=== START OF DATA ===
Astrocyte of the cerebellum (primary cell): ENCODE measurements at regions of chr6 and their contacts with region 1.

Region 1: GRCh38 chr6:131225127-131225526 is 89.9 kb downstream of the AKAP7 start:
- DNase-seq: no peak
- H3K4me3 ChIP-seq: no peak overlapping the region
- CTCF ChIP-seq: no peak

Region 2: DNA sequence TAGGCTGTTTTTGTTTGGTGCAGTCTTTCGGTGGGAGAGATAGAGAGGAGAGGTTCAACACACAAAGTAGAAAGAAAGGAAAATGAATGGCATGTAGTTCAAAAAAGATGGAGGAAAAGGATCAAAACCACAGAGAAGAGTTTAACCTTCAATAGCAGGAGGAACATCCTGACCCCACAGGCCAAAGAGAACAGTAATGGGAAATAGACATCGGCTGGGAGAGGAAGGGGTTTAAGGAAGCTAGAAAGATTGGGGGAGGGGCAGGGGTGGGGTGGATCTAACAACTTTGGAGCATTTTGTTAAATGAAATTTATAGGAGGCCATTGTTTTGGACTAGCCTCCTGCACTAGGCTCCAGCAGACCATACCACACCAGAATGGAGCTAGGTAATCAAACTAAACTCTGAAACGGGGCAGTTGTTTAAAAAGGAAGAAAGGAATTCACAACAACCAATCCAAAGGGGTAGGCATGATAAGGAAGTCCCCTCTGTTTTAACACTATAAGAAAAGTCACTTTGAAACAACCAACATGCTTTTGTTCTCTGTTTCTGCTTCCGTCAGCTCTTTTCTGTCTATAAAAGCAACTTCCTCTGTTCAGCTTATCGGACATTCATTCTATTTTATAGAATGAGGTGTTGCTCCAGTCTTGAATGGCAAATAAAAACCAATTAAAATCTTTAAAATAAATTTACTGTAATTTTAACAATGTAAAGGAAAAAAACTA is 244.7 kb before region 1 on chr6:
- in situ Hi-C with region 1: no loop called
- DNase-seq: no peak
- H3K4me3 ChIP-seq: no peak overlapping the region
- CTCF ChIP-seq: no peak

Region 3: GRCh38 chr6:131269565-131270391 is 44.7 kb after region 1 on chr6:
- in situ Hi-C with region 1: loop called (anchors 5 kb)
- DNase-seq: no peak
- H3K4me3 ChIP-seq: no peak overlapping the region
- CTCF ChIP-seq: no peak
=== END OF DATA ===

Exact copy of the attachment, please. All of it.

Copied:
Astrocyte of the cerebellum (primary cell): ENCODE measurements at regions of chr6 and their contacts with region 1.

Region 1: GRCh38 chr6:131225127-131225526 is 89.9 kb downstream of the AKAP7 start:
- DNase-seq: no peak
- H3K4me3 ChIP-seq: no peak overlapping the region
- CTCF ChIP-seq: no peak

Region 2: DNA sequence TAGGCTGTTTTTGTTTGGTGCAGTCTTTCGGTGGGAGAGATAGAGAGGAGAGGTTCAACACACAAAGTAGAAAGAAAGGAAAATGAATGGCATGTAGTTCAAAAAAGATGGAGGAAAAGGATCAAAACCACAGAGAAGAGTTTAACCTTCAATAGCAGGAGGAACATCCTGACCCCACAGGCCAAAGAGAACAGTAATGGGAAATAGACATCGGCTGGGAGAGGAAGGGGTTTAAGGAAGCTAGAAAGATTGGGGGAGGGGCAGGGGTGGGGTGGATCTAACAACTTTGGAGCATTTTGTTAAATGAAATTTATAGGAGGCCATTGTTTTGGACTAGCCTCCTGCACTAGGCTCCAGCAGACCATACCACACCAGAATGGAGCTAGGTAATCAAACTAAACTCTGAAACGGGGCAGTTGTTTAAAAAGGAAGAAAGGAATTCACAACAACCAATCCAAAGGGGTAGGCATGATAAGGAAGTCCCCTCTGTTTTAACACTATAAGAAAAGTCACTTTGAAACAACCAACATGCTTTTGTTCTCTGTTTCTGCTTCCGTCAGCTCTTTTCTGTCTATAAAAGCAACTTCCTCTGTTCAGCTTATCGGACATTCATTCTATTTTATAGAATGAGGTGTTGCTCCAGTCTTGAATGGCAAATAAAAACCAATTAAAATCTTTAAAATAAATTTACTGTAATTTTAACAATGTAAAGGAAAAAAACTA is 244.7 kb before region 1 on chr6:
- in situ Hi-C with region 1: no loop called
- DNase-seq: no peak
- H3K4me3 ChIP-seq: no peak overlapping the region
- CTCF ChIP-seq: no peak

Region 3: GRCh38 chr6:131269565-131270391 is 44.7 kb after region 1 on chr6:
- in situ Hi-C with region 1: loop called (anchors 5 kb)
- DNase-seq: no peak
- H3K4me3 ChIP-seq: no peak overlapping the region
- CTCF ChIP-seq: no peak